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By The Numbers: Do Mega-Contracts In MLB Make Sense?

By Father Gabe Costa
» More Columns

$325 million is not hard to take as a salary, even if it takes 13 years to complete contractual obligations. In numbers, this monetary figure looks like this:
$325,000,000. This averages out to:

• $25,000,000 a season

• More than $ 154,000 a game for 162 games

• More than $37, 000 per plate appearance, assuming 675 PA

Miami Marlins outfielder Giancarlo Stanton is the fortunate individual who has inked this historical agreement, which has surpassed all other MLB contracts.

Stanton has been a Marlin for five years, debuting with the club in 2010. After five years, the big right-fielder has posted the following numbers: .271 BA, 154 HR, 399 RBI and .903 OPS. This past season was his finest, when he finished second in the MVP voting and paced the Senior Circuit with 37 HR, a SLG of .555 and 299 TB.

Clearly, the two essential components of this mega-contract are time and money. Stanton’s case is just the latest is what has become a somewhat controversial approach taken by some MLB clubs.

About seven years ago, the Yankees offered Alex Rodriguez a 10-year deal, which included a number of bonus clauses and was very roughly calculated to be in the $300 million range. A few years ago, Cardinals superstar Albert Pujols jumped leagues and landed with the Angels, signing a 10-year deal worth about $250 million. And earlier this year, Triple Crown winner Miguel Cabrera agreed to a 10-year commitment with the Tigers for a figure just short of $300 million.

Of course these numbers are approximate, and factors like taxes, lawyers’ fees, agents’ fees, various clauses, options and deferments (and even suspensions) must be taken into consideration when trying to determine the actual net worth of each player. Suffice it to say that it doesn’t seem likely that any of the aforementioned players will be going to the poorhouse in the foreseeable future.

One basic question arises: Do these mega-contracts make sense?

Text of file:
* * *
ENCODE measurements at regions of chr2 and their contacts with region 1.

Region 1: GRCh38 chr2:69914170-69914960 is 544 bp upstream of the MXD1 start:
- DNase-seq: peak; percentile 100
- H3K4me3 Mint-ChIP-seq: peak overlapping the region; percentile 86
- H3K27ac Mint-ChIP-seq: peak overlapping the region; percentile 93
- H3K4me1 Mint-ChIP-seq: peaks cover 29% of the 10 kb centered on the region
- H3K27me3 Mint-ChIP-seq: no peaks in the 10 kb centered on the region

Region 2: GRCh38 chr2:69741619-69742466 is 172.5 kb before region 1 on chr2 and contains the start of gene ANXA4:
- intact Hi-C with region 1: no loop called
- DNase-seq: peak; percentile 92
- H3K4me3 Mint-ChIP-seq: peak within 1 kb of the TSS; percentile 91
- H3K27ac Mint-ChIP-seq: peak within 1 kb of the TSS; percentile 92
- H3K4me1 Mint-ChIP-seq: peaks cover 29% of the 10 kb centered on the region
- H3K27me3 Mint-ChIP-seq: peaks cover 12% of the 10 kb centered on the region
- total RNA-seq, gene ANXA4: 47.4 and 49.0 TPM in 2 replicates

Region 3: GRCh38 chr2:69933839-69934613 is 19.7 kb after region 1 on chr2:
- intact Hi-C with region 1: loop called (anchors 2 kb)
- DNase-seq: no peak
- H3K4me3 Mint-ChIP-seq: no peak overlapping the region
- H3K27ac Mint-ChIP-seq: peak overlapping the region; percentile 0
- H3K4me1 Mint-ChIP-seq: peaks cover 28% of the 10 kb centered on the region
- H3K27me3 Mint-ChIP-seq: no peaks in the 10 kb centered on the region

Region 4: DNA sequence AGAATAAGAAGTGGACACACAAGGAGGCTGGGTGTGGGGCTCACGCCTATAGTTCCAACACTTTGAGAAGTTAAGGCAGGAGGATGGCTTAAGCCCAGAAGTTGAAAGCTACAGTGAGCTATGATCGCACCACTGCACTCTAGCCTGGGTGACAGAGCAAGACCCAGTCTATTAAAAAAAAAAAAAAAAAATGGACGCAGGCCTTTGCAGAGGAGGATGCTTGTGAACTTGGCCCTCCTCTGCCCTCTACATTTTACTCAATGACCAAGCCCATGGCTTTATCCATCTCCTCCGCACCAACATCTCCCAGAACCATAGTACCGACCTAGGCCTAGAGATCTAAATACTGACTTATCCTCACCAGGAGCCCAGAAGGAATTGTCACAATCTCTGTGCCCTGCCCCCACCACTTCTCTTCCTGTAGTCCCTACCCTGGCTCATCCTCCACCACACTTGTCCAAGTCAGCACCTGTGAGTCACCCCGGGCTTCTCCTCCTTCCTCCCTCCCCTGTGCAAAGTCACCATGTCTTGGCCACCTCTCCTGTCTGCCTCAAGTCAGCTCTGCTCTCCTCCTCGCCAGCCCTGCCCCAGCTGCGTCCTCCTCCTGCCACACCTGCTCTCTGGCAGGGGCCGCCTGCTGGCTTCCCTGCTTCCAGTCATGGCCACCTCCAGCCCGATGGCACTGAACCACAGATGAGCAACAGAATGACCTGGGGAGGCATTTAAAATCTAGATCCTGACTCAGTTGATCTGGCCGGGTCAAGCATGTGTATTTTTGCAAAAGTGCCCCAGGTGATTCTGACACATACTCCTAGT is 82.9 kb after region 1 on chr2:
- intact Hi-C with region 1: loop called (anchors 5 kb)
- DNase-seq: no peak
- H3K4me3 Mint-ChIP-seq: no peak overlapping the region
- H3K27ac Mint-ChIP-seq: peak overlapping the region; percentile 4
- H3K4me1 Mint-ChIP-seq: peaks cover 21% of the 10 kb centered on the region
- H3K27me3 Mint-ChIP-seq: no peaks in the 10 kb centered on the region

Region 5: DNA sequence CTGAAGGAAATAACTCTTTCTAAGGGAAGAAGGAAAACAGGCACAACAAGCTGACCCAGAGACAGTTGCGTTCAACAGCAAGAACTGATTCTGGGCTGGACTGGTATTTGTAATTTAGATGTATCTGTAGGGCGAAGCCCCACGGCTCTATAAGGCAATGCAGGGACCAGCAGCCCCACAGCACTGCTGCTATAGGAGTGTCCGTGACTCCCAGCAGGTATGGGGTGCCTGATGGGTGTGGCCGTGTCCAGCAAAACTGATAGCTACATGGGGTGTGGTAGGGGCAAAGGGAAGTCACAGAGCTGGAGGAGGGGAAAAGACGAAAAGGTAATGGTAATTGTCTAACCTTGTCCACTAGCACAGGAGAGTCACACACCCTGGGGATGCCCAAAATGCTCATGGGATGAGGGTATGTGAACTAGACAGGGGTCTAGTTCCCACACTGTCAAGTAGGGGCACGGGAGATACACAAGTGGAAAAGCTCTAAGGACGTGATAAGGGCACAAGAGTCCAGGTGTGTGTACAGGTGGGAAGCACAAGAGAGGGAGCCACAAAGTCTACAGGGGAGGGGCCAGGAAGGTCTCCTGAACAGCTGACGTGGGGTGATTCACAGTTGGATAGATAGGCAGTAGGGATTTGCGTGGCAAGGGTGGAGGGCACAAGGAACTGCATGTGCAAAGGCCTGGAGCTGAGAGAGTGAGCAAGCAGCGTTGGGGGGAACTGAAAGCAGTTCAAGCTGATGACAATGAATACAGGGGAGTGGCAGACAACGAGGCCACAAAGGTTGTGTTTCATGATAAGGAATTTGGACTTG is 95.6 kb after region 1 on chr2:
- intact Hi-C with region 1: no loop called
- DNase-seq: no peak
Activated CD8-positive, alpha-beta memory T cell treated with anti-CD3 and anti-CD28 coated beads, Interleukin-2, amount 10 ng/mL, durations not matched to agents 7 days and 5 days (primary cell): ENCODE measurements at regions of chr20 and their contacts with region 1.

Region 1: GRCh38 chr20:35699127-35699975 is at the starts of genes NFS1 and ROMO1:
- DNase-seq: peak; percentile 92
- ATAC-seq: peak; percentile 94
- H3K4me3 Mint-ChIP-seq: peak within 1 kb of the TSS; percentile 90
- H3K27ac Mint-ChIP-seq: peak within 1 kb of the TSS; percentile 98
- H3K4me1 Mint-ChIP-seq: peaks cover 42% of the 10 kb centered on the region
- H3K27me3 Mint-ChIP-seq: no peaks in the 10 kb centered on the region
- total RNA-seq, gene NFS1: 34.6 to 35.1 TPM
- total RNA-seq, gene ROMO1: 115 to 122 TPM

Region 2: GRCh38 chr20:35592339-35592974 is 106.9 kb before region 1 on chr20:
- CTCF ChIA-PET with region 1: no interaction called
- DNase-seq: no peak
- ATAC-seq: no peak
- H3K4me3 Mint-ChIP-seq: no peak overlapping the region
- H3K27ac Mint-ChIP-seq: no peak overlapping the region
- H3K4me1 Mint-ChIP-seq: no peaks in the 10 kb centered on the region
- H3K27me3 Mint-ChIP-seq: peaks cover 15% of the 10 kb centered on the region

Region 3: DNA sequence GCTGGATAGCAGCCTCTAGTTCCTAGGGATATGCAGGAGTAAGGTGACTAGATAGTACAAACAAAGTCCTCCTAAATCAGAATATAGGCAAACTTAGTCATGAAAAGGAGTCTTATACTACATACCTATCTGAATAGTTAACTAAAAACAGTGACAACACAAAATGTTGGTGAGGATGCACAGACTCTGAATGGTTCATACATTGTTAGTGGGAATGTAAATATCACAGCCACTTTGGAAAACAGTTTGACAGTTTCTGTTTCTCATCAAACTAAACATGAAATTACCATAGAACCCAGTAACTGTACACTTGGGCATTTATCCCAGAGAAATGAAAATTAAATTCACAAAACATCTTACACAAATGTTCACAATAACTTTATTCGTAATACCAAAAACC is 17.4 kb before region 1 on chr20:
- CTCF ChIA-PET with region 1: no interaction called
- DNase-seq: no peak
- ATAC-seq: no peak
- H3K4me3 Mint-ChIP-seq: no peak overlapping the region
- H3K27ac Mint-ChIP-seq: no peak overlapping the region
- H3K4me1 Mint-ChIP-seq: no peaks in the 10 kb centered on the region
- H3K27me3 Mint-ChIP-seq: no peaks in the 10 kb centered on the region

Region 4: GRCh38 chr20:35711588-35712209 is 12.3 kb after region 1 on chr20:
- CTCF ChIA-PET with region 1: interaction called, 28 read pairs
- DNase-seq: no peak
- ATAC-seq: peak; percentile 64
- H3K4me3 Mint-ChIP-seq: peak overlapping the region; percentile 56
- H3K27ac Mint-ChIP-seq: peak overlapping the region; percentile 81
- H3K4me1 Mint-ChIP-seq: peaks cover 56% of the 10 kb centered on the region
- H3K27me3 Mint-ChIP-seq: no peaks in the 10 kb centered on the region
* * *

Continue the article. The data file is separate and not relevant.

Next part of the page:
To begin to answer this question, more questions emerge:

• For example, Stanton is now 25 years old. At the end of his contract he will be 38. On the “average,” will he be worth $25 million a year?

• What if he is injured on the field? Will the team fall apart?

• What if he goes into a swift decline? While batting average is certainly not the most revealing statistic, he did hit under .250 just one year ago. Is his makeup such that if he is booed and jeered, will he be able to rise above this negative feedback?

• While the Marlins have some young talent, Stanton is now the focal point. Can he carry the club in more ways than one? That is, can he handle the pressure?

As we all know, baseball is a business. It is also entertainment. And it could not exist if it was not economically sustainable. More questions arise:

• How much of a gamble is being taken by the Marlins? Will their fans support them in the long run?

• The Marlins have already won two World Series. They are obviously making a long-term commitment with Stanton and hoping for future titles. Do they have the money and resolve to reach out to other players?

We shall see.

Regarding both Pujols (who will be 35 next season) and Cabrera (who will turn 32 next year), these sluggers have proven themselves on the field. However, given their lengthy contracts, similar questions have been asked about Pujols regarding his age. And, perhaps, they will soon be asked about Cabrera, given some of his injuries.

As for A-Rod, he has always worked hard, but he will turn 40 next year. He has missed live, MLB pitching for an entire season. At best, A-Rod playing a majority of games at the hot corner is a 50-50 proposition. Will he be a DH? Will he spell Tex at First Base? Here, too, we shall see. But unless the unthinkable occurs, there is no way the Yankees will eat the approximately $60 million left on Rodriguez’s contract. A-Rod is here for the next three years.

Just more grist for the Hot Stove League.

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